The Future of Philanthropy
Posted by Allison Fine on July 22, 2010
The Monitor Institute released a new report, What’s Next for Philanthropy. Lots of good, thoughtful stuff here. A few of the highlights:
- Great context setting for this report and discussions of how philanthropy has to change with this statement: philanthropists operate today in a stressful, rapidly evolving, networked, and interdependent world.
- The report provides specific tools and steps for foundation to use, like selecting the right tool out of the toolbox for the right context, to create larger impact. Foundations have a large toolbox that includes more than money but also knowledge, networks, expertise, and influence.
- Was glad to see Cynthia Gibson’s really smart analysis from Funder Collaboratives: Why and How Funders Work Together the different ways that foundations can align their efforts with one another. These include a shared 1) an interest (learning networks), 2) a common frame for looking at the problem (strategic alignment networks), or 3) a common vision of the solution (pooled funds).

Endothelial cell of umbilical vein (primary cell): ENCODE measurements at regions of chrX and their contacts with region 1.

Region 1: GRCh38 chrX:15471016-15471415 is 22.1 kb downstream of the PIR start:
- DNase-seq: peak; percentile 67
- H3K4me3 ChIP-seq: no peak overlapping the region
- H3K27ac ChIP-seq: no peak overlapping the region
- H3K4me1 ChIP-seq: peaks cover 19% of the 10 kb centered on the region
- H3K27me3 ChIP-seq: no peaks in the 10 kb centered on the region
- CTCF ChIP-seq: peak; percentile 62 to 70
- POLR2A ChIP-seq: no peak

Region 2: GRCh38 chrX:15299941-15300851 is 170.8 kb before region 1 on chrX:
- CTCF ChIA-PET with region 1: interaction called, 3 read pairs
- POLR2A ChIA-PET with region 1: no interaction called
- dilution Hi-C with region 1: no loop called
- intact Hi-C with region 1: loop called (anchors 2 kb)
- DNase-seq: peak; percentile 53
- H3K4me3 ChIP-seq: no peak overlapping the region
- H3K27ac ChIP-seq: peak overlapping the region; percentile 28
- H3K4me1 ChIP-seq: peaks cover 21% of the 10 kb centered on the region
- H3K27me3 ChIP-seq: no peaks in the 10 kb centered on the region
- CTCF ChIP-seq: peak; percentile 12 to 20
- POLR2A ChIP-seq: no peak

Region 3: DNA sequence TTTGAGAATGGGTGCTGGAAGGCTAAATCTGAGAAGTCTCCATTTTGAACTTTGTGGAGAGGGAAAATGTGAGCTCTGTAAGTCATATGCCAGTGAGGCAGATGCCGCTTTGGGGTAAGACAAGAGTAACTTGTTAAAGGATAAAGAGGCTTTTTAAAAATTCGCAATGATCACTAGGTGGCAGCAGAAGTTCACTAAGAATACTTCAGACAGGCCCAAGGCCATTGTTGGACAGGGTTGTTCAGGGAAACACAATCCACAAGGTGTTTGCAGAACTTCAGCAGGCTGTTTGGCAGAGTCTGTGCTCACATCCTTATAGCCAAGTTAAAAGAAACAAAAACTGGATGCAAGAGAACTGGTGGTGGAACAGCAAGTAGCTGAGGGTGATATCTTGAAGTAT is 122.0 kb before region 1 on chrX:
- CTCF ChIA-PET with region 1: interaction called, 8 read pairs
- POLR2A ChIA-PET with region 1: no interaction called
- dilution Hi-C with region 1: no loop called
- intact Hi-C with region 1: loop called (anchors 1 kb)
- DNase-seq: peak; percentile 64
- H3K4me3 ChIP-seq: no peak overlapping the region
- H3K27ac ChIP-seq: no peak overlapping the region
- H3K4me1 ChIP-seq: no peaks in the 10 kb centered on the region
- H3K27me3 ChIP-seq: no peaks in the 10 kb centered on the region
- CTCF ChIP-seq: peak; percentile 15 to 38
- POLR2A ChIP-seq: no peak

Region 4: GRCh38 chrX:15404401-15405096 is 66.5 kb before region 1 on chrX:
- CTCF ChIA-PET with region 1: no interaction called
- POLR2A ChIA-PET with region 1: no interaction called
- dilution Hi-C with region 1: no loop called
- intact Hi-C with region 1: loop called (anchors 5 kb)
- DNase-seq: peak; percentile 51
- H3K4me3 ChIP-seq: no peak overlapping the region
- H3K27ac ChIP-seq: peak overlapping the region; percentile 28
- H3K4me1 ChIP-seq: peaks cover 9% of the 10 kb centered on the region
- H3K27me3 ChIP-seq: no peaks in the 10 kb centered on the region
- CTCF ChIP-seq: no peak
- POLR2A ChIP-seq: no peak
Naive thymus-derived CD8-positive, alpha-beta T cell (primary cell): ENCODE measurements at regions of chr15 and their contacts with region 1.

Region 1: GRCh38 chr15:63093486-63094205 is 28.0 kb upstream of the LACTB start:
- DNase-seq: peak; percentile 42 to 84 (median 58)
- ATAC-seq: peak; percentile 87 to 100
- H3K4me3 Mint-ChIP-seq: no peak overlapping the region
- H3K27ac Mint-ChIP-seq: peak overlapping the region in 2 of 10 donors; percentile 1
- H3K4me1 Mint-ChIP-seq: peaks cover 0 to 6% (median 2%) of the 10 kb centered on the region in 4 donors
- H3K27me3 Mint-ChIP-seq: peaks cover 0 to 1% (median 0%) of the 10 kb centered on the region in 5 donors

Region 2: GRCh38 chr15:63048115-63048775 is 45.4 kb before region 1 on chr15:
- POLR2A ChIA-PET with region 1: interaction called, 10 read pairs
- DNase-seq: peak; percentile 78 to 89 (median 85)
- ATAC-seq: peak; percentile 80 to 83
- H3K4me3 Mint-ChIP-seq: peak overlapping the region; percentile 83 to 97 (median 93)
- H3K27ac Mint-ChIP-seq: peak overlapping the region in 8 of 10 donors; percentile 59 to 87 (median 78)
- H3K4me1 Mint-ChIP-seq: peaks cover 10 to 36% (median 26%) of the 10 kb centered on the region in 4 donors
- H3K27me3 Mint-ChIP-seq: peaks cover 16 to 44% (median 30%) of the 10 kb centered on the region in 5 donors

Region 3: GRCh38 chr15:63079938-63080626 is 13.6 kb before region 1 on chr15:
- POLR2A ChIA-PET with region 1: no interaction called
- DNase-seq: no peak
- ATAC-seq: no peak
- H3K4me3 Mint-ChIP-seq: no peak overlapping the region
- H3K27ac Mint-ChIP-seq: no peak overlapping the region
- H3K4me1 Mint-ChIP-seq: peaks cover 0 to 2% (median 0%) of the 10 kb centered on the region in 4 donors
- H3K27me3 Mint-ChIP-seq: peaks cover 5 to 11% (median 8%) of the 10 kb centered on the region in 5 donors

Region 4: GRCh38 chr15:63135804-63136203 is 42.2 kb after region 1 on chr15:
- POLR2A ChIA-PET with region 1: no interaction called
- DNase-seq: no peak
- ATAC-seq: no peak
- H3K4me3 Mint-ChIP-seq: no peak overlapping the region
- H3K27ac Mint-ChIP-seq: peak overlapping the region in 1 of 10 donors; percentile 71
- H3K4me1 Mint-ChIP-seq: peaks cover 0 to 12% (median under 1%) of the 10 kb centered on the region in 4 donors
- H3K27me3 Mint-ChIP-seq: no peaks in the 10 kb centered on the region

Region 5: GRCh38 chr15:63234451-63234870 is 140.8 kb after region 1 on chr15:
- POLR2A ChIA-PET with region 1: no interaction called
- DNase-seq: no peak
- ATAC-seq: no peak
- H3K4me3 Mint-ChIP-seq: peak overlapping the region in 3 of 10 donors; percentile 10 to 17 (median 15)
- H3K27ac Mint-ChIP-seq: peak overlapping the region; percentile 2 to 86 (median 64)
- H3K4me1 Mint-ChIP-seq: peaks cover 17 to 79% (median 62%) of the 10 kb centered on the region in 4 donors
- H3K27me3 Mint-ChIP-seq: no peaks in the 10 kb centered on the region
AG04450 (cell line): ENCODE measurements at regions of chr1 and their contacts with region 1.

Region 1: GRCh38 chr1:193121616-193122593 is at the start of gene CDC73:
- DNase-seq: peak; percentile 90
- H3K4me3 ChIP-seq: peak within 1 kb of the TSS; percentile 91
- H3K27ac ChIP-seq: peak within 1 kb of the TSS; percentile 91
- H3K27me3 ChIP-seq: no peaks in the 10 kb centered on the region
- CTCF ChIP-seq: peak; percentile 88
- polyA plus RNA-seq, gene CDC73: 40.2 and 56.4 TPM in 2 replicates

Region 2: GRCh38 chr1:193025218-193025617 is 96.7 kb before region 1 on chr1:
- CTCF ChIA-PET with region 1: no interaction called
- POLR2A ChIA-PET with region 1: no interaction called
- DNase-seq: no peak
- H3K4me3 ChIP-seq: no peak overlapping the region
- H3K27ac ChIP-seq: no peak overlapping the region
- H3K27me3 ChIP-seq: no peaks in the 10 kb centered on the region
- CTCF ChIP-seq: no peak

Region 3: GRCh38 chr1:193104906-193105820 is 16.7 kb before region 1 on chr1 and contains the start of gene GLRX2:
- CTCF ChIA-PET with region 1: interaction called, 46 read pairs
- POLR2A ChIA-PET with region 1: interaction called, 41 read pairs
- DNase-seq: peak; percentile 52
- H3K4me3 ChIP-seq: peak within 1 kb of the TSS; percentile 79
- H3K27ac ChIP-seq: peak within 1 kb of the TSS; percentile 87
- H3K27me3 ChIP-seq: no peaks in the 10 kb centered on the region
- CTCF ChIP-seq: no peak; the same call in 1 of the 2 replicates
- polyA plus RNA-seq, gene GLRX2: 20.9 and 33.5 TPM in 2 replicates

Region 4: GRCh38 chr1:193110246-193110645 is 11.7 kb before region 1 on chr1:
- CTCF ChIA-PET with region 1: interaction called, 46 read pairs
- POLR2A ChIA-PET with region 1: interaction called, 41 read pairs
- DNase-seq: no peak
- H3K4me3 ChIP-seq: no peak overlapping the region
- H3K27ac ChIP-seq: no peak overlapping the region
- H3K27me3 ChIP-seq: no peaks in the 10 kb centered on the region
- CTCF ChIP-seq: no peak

Naturally, I was drawn to the section on activating networks. And I hate to say it, but was a bit disappointed with just a paragraph on the Packard Foundation’s recent efforts to fund and study networked effectiveness. This is a great effort, but I was a little disappointed not to see more content on social media. In particular, content from Lucy Bernholz’ really smart analysis from her paper, Disrupting Philanthropy, on the impact of digital technology on the future of grantmaking would have been great.
I share the passion that the folks at Monitor have that we are on the cusp of great, new things in philanthropy. I shared my thoughts on the ways that social media are changing philanthropy with the Nonprofit Times this week. A few highlights:
- Social media is blurring the lines between inside and outside for all organizations, including foundations;
- Senior executives at Foundations, like Terri Lee Freeman at the Foundation of the National Capital Region, are using social media to have conversations directly with grantees and other constituents;
- Taking advantage of crowds of really smart, passionate people to solve problems.
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